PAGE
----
PURPOSE OF THE STUDY.
The goal of this study was to evaluate the association of maternal cow’s milk (CM) avoidance during breastfeeding with specific IgA levels in human milk and the development of CM allergy in infants.
This prospective birth cohort study evaluated 145 mother–infant pairs who were recruited at birth and followed up prospectively at 0 to 2 weeks and at 1, 3, 6, 12, and 18 months to determine development of food allergy in the infants. Infants were all term and classified into 2 groups: high risk because of sibling(s) with food allergy and low risk, defined as having only nonatopic first-degree relatives.
Human milk and/or serum samples were obtained from 286 visits with an average of 2 visits per each mother–infant pair. Maternal and infant diets were obtained by using dietary records. Thirty-seven mothers implemented a strict maternal CM avoidance diet within the first 3 months’ postpartum, 49 mothers started a CM elimination diet between 3 and 7 months of breastfeeding, and 56 mothers continued CM in their diet without restrictions. Seventy-five infants in this cohort developed challenge-proven CM allergy. Maternal serum samples and breast milk samples were assayed for casein and β-lactoglobulin (BLG)-specific IgA and IgG by using an enzyme-linked immunosorbent assay. Infants’ sera were evaluated for casein and BLG-specific IgA, IgG, and IgE. The impact of human milk on β-lactoglobulin uptake was assessed in transcytosis assays by using Caco-2 intestinal epithelial cell lines.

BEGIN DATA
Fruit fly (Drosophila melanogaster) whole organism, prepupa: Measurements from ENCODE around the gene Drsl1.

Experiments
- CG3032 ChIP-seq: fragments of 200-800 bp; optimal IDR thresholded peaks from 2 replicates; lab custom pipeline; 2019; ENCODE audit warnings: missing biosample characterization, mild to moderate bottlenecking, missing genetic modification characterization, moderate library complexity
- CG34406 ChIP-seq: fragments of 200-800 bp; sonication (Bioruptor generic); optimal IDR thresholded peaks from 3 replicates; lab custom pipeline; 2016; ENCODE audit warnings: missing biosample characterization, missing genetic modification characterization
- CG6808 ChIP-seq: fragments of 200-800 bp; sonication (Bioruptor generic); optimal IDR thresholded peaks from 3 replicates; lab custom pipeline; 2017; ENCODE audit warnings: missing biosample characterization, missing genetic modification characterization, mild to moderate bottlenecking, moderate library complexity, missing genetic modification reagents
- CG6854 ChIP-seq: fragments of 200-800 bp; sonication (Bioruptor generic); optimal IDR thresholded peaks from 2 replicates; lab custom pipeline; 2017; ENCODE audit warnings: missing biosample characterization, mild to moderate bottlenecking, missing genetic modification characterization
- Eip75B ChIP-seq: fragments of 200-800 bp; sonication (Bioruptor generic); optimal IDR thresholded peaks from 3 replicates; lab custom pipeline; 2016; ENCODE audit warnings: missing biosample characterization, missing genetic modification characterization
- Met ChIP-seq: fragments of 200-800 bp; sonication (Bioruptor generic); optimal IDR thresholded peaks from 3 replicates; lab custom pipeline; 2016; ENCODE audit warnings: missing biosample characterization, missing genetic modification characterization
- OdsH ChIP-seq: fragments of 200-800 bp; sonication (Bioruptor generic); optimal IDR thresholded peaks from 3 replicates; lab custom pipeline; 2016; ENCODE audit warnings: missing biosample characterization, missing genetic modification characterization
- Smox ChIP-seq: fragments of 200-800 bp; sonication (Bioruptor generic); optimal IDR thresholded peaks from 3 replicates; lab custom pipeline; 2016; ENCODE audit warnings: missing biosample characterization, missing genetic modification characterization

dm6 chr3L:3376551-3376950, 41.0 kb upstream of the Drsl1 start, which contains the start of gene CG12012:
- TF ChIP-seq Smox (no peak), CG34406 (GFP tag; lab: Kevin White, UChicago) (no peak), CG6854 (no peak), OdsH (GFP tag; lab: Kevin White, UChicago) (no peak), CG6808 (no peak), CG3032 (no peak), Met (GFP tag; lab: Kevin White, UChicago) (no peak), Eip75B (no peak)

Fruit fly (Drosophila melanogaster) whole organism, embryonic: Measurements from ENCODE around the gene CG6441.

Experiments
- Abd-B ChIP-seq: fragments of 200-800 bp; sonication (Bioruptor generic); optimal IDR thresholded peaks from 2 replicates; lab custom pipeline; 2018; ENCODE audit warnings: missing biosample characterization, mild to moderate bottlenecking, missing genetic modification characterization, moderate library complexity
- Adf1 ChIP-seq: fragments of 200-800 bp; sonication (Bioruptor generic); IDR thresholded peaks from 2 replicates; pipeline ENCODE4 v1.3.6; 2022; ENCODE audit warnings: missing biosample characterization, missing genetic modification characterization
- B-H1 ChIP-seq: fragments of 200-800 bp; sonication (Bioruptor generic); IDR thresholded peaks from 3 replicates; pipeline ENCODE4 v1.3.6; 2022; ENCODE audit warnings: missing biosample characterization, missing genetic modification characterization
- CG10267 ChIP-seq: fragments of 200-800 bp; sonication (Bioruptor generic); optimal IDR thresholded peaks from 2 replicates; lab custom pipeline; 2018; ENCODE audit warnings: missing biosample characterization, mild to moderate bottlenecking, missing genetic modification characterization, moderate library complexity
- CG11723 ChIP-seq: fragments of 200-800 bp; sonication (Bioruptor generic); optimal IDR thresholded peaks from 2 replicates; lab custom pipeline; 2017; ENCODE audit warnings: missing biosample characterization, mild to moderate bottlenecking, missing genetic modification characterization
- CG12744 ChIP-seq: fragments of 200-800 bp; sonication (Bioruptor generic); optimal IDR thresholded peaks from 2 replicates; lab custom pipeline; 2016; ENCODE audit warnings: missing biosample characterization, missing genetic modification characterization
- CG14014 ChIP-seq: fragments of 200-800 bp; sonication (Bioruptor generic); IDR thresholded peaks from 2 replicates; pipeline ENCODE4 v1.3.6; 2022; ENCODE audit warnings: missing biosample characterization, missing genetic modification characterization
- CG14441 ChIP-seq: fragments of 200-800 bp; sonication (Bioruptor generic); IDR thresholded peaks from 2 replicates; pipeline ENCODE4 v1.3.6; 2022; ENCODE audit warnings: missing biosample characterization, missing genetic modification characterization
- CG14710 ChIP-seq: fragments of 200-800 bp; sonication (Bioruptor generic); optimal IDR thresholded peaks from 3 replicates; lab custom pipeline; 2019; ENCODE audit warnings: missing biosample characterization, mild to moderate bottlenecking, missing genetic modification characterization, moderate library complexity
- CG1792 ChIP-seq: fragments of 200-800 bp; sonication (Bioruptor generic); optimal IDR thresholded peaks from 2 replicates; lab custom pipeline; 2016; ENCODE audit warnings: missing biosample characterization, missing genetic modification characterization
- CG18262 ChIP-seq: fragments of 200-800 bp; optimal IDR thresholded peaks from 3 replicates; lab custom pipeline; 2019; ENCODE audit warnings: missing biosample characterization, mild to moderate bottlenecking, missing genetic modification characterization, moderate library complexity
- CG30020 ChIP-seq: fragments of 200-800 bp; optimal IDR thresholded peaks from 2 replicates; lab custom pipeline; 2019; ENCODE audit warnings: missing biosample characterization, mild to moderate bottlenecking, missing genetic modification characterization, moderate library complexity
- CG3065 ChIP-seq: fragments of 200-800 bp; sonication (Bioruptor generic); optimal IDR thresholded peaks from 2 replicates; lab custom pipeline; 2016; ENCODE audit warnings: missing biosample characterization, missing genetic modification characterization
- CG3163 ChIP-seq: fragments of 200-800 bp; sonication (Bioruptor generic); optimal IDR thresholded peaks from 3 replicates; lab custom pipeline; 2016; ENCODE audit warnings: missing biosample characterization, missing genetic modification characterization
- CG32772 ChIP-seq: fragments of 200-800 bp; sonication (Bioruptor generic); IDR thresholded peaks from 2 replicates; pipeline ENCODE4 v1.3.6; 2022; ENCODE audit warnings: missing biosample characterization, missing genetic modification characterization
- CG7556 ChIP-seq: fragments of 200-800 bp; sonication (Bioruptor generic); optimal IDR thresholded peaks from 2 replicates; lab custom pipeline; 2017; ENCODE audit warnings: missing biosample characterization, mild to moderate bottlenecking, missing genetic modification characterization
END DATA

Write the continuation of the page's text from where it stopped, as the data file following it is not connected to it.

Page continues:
Breast milk samples (n = 23) from mothers avoiding CM had lower casein- and BLG-specific IgA levels than milk from mothers (n = 56) with no CM restriction (P = .019 and P = .047, respectively). Their infants had lower serum casein- and BLG-specific IgG1 (P = .025 and P < .001) and BLG-specific IgG4 (P = .037) levels, and their casein- and BLG-specific IgA levels were less often detectable than those with no CM elimination diet (P = .003 and P = .007). Lower CM-specific IgG4 and IgA levels, in turn, were associated with infant CM allergy. In the in vitro model for evaluating the transcytosis of BLG through enterocytes, high levels of BLG-specific IgA (the no CM restriction group) in breast milk impaired movement of BLG across the “gut mucosa.”
Maternal avoidance of CM was associated with lower levels of mucosal-specific IgA levels and the development of CM allergy in infants.
This article refutes the practice of food avoidance during breastfeeding. Maternal elimination diets resulted in lower levels of breast milk–specific IgA, which was associated with the development of CM allergy in infants. The study found that human milk IgA may play a role in preventing excessive food antigen uptake in the gut lumen and thereby possibly prevent the development of CM allergy. The participants chosen for this study, however, had a significant atopic family history, which could mean application to the general population may not be as straightforward. Further research with elimination diets and other allergenic foods in a less atopic study population is necessary to confirm the relationship between dietary restriction, breastfeeding, and the development of pediatric food allergy.
- Copyright © 2014 by the American Academy of Pediatrics